Supporters of unrestricted Cuban American travel and remittances to Cuba demanded Wednesday that Congress reject a bid by Rep. Mario Diaz-Balart to again put a tight limit on the trips and cash assistance allowed.

Congressional staffers said House-Senate negotiations on the massive government spending bill that includes the Diaz-Balart measure were put on hold while the two chambers fight over other critical bills that must be approved in coming days.

But Democrats on Capitol Hill are unlikely to stage a strong fight against the Florida Republican’s measure because they don’t want to be seen as blocking critical bills — some linked to job creation — over the far less important Cuba travel issue attached to legislation, they noted.

They added that Senate Majority leader Harry Reid, a Nevada Democrat who will have a loud voice in the final draft of the spending bill, has long supported the U.S. embargo on Cuba.

Diaz-Balart’s measure was approved in June in a House committee vote — with no objections — as a rider to a Treasury spending bill. That bill was later joined with eight other spending bills into the one massive $1 trillion measure now being negotiated.

But by Wednesday, supporters of President Barack Obama’s decision in 2009 to lift virtually all restrictions on Cuban American travel and remittances to the island were mobilizing to demand the rider be stripped out of the bill’s final version.

Cuban-American callers to talk shows on Miami’s Spanish-language radio stations were overwhelmingly and strongly in favor of unlimited travel, with many arguing that Washington has no right to limit their visits with relatives in Cuba.

A digital poll in Diario de Cuba, a blog usually critical of the Castro government, showed about 60 percent of respondents opposed the Diaz-Balart rider and 35 percent favored it.

The Cuba Study Group, made up of largely moderate Cuban American business people, said Obama’s travel policies had helped Cubans reduce their dependence on their government and allowed some to start their own mini-businesses.

To reverse that policy now “is to condemn Cuban families to continued dependence on the Cuban state” and could delay “the kind of transition most of us would like to see in Cuba,” the Washington-based group added in a statement.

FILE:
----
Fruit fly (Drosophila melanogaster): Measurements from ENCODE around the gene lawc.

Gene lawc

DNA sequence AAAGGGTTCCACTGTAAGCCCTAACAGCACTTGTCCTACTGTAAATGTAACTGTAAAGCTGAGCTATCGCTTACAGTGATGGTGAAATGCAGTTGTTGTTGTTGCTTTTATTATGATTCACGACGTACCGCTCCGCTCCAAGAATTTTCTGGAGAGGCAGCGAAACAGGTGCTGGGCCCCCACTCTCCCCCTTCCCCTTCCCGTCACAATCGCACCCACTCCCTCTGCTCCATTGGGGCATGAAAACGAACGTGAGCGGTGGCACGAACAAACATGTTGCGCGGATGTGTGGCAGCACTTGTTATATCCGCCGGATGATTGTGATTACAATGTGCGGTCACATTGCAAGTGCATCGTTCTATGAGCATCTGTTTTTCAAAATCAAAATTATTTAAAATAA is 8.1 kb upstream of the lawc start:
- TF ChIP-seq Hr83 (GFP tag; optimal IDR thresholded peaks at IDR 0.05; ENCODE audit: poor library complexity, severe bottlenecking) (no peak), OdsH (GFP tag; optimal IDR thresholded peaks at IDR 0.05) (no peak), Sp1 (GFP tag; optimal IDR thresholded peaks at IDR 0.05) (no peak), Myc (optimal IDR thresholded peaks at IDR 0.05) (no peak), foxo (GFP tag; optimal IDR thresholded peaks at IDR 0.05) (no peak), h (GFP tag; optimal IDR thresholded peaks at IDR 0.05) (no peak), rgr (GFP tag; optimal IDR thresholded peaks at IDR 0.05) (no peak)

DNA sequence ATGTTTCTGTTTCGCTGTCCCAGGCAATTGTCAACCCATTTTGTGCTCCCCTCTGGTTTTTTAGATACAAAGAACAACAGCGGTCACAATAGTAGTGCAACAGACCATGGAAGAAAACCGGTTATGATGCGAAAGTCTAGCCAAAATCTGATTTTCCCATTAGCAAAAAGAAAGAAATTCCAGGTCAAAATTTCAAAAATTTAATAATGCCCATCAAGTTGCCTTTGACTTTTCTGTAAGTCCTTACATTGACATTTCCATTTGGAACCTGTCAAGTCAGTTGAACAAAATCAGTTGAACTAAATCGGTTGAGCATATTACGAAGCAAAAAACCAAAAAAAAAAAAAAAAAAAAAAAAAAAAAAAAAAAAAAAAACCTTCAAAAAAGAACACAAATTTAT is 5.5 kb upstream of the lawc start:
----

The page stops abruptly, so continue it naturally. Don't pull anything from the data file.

U.S. Rep. Kathy Castor, a Tampa Democrat who favors increased U.S. engagement with Cuba, urged the House Democrats and Republicans negotiating the spending bill to strip the Diaz-Balart rider out of the final version.

“We must not go back to the days when sons and daughters, brothers and sisters, and grandsons and granddaughters were unable to visit sick or dying relatives in Cuba,” Castor wrote in a letter to the House conference committee members.

Obama declared Wednesday that he remains committed to “protecting the ability of Cuban Americans to support their families in Cuba through unrestricted family visits and remittances,” but did not repeat his threat in July to veto the Diaz-Balart rider.

His comment came at the end of a statement praising the late Laura Pollán, founder of Cuba’s dissident Ladies in White. The National Endowment for Democracy posthumously awarded Pollán its Democracy Service Medal on Wednesday.

Diaz-Balart’s rider would restore the limits that President George W. Bush imposed in 2008: one “family reunification” trip every three years, remittances capped at $1,200 per year and a tight definition of “family” that, for example, rules out uncles.

But because the spending bill is for a one-year budget, the practical effect is to limit travel to one trip in 2012, according to Mauricio Claver-Carone, director of the pro-sanctions U.S.-Cuba Democracy political action committee in Washington.

It also would limit remittances to $1,200 a year, eroding a large source of revenue for the Cuban government while still allowing cash assistance that would amount to nearly 10 times the average income on the island, Claver-Carone added.

The new limits on travel and remittances would be “reasonable and humanitarian,” he wrote in a blog post, and the one trip per year would equal the limit under the Clinton administration.

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